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Head First Design Patterns Paperback – Nov 4 2004

4.8 out of 5 stars 28 customer reviews

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Product Details

  • Paperback: 694 pages
  • Publisher: O'Reilly Media; 1 edition (Nov. 4 2004)
  • Language: English
  • ISBN-10: 0596007124
  • ISBN-13: 978-0596007126
  • Product Dimensions: 20.3 x 3.6 x 23.5 cm
  • Shipping Weight: 1 Kg
  • Average Customer Review: 4.8 out of 5 stars 28 customer reviews
  • Amazon Bestsellers Rank: #8,364 in Books (See Top 100 in Books)
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Product Description


This is a gimmicky book that actually works for once. It is an intelligent and well thought-out discussion of Java design patterns, and if you dont know what a design pattern is then this is an excellent way to find out. It is also an interested discussion of object-oriented design. I found that the authors often anticipated my reaction to their initial explanations and asked the questions that I would have asked had it been a lecture. - Mike James, VSJ, April 2005

About the Author

Eric Freeman recently ended nearly a decade as a media company executive, having held the position of CTO of Disney Online & at The Walt Disney Company. Eric is now devoting his time to and lives with his wife and young daughter in Austin, TX. He holds a Ph.D. in Computer Science from Yale University.

Elisabeth Robson is co-founder of Wickedly Smart, an education company devoted to helping customers gain mastery in web technologies. She's co-author of four bestselling books, Head First Design Patterns, Head First HTML and CSS, Head First HTML5 Programming, and Head First JavaScript Programming.

Bert Bates is a 20-year software developer, a Java instructor, and a co-developer of Sun's upcoming EJB exam (Sun Certified Business Component Developer). His background features a long stint in artificial intelligence, with clients like the Weather Channel, A&E Network, Rockwell, and Timken.

Kathy Sierra has been interested in learning theory since her days as a game developer (Virgin, MGM, Amblin'). More recently, she's been a master trainer for Sun Microsystems, teaching Sun's Java instructors how to teach the latest technologies to customers, and a lead developer of several Sun certification exams. Along with her partner Bert Bates, Kathy created the Head First series. She's also the original founder of the Software Development/Jolt Productivity Award-winning, the largest (and friendliest) all-volunteer Java community.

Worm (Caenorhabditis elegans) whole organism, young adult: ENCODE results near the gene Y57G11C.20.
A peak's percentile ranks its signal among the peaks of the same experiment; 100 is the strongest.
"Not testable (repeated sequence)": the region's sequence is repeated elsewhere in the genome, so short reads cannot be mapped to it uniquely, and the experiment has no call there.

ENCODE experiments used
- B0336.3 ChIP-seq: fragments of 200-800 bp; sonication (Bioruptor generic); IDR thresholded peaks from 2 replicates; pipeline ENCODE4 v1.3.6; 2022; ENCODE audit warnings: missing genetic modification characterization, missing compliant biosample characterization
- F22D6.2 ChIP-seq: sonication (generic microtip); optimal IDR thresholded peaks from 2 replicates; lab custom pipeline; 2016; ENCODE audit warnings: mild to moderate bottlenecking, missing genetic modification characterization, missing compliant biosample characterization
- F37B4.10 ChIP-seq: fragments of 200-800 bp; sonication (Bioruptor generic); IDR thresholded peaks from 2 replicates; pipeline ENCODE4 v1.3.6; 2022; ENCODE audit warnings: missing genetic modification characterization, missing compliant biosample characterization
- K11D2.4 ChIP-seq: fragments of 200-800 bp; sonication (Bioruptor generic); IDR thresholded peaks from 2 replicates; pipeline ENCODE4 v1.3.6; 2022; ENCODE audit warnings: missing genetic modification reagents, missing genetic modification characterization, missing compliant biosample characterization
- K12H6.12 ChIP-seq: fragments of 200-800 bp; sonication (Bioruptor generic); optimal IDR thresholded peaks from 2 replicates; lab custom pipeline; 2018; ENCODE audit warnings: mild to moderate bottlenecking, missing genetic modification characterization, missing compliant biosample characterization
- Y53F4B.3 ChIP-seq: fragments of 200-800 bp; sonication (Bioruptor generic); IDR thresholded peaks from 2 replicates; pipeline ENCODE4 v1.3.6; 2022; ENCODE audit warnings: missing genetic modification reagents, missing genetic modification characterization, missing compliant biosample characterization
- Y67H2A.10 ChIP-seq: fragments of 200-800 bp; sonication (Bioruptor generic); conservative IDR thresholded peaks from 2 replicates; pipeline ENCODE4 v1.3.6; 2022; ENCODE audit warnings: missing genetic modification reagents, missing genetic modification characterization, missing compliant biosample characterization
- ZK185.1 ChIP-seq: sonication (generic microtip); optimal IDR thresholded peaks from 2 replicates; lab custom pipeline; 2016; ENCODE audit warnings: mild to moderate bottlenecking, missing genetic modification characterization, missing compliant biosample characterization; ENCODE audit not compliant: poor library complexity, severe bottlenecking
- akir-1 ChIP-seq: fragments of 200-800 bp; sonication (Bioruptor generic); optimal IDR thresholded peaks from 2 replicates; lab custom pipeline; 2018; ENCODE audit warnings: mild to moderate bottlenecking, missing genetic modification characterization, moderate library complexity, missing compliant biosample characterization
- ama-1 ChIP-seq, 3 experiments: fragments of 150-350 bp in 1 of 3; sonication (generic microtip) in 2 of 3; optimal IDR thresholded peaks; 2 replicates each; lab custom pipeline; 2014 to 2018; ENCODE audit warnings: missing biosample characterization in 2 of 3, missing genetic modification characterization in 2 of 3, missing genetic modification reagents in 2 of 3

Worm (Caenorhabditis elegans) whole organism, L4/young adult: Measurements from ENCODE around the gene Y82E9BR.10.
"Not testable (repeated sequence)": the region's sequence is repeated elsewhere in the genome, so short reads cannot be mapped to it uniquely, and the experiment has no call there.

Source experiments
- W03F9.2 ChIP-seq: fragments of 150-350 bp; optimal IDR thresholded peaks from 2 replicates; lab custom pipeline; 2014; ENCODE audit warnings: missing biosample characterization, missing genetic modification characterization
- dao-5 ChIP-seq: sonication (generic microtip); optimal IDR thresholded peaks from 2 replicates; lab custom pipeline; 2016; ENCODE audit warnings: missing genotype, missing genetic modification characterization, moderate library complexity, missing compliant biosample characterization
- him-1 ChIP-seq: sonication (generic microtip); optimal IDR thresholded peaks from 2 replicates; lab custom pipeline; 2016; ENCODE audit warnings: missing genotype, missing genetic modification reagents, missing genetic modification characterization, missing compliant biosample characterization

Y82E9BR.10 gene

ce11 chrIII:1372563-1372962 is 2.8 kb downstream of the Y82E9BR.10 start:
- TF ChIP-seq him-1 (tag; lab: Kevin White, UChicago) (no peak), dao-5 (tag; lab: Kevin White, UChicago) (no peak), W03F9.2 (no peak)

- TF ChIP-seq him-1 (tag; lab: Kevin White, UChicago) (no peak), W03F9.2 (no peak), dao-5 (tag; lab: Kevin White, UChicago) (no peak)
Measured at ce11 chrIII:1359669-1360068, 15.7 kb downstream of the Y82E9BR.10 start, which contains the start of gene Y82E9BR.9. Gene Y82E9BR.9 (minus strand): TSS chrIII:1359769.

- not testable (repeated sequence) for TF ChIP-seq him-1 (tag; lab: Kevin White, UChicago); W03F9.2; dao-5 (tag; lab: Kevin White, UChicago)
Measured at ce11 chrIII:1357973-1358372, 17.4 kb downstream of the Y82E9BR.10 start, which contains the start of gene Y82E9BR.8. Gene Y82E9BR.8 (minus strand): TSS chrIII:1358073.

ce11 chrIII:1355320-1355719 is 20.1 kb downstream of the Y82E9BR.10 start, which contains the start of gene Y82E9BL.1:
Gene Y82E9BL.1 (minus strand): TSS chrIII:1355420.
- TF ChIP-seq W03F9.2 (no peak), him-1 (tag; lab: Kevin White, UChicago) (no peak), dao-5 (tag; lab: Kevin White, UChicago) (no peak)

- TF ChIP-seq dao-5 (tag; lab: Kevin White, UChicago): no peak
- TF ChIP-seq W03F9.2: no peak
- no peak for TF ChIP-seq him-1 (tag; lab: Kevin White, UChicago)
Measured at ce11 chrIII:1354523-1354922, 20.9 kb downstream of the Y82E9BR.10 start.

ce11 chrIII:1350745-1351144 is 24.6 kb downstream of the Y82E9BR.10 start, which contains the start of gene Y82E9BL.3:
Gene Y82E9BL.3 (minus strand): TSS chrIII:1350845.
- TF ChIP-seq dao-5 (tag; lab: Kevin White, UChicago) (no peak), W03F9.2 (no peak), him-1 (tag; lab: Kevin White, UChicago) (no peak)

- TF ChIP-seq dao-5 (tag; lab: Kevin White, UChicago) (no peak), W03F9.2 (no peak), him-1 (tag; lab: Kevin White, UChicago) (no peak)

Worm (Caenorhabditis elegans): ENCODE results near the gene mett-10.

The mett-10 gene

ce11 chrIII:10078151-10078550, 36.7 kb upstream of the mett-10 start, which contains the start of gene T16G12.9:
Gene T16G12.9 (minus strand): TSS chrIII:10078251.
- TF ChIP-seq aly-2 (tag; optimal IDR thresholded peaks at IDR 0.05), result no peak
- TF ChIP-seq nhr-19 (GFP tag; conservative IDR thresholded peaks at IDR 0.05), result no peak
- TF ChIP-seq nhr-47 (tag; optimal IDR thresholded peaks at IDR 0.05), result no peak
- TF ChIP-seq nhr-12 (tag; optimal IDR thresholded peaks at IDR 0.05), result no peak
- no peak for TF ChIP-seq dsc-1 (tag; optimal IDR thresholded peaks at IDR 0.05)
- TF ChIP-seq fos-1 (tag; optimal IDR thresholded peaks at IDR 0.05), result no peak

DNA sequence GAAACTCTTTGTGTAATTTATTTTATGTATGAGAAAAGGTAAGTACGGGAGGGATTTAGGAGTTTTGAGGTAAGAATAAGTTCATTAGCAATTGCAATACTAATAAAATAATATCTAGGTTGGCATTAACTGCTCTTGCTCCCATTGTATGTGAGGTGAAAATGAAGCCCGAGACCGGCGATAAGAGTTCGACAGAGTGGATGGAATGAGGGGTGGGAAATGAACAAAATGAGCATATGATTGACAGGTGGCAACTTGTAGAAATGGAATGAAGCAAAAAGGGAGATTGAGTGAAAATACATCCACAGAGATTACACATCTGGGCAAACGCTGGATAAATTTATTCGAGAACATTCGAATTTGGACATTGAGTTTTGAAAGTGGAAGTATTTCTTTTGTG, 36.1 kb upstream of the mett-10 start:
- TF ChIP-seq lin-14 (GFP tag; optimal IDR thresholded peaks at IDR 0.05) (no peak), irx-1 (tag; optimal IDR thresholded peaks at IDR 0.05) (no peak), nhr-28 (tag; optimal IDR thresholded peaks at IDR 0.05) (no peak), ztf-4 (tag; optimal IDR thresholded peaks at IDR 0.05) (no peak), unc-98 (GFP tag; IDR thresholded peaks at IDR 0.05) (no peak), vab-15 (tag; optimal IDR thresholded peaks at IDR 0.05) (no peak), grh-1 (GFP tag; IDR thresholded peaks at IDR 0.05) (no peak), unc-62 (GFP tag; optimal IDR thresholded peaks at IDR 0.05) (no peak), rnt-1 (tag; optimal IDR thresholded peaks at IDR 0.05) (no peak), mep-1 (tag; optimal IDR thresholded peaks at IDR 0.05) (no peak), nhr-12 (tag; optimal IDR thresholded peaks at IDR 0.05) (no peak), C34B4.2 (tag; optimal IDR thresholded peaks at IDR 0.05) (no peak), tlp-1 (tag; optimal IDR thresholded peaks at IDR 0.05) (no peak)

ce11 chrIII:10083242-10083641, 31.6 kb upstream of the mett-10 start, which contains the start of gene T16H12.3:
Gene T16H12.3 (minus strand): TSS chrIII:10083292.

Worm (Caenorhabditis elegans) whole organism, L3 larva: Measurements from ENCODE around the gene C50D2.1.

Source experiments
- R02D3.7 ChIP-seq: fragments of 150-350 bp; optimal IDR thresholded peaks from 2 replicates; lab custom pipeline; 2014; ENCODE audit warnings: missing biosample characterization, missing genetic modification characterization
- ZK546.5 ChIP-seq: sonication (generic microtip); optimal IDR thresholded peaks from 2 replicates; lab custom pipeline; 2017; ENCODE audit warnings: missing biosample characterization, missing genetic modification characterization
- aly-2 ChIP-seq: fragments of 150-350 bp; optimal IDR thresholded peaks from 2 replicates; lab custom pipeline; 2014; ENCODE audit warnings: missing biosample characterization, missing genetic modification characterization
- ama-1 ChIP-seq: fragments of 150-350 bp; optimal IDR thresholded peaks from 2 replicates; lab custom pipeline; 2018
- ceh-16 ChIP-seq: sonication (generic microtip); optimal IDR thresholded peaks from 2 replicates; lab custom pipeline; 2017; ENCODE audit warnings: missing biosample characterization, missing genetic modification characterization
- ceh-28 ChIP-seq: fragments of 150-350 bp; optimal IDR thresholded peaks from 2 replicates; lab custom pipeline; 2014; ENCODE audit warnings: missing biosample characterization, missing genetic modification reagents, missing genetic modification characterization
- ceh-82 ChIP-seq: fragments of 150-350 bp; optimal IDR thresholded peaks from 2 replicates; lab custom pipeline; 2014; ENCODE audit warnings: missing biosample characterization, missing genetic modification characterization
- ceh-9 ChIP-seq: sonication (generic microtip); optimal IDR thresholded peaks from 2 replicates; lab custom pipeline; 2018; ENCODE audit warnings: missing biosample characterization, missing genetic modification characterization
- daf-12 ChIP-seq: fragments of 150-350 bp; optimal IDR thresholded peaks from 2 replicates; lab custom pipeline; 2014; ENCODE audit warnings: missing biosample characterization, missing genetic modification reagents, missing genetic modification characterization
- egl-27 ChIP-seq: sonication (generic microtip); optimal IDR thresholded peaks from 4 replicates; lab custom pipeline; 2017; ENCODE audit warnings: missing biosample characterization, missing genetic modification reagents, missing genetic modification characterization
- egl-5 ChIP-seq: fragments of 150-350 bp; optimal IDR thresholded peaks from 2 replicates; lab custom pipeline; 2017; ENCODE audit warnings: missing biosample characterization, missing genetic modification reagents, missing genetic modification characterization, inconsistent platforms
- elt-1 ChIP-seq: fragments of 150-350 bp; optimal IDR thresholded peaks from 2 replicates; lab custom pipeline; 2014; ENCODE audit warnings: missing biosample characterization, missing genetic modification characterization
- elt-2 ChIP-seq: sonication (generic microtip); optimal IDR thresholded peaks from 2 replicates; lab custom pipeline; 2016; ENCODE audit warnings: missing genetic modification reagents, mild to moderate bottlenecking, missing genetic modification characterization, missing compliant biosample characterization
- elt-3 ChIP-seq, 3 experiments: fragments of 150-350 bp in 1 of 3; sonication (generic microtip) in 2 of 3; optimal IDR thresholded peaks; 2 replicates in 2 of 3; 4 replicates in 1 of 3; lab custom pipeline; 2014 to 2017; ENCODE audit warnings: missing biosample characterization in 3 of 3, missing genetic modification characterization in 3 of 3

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Top Customer Reviews

Format: Paperback
Oh sure, we've all got the Gang-Of-Four Design Patterns books on the shelf, right up there next to Knuth. I'd yank down my dusty copy whenever I needed to look up what a fellow coder meant by Facade or Visitor. (Actually, the short description of the patterns on the inside front cover usually was enough to fake my way through the rest of the conversation.)

In contrast, I charged through Head First Design Patterns in all of about two days. It was my first exposure to the breezy diagram- and photo-laden Head First series. You could consider the non-text portions to be just so much tree-killing fluff, but I found them a pleasant respite from what is, at heart, a pretty dry subject.

There were more than a few times during my reading that I sat back, whistled, and said aloud, "so that's how that works." The book covers the most common patterns from GoF in an incremental order. I was disappointed that some patterns were lumped in the last "Leftover Patterns" chapter because I would've enjoyed the authors' take on them, particularly the Flyweight pattern, a personal fave.

Examples are illustrated using Java. That's definitely an improvement over the templated C++ in GoF, but it does illustrate a failing: the old-school object-oriented languages like C++ and Java needed patterns to solve common problems. The latest batch of OO/functional languages like Python and Ruby have little use for some patterns, and add new patterns all their own. For instance, what use is there for an iterator pattern in Ruby that uses closures to loop? Why bother with factory patterns in languages with first-order functions and class objects?

That opinion aside, patterns are still an everyday matter for the OO practitioner, and Head First Design Patterns is a superb introduction to them.
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Format: Paperback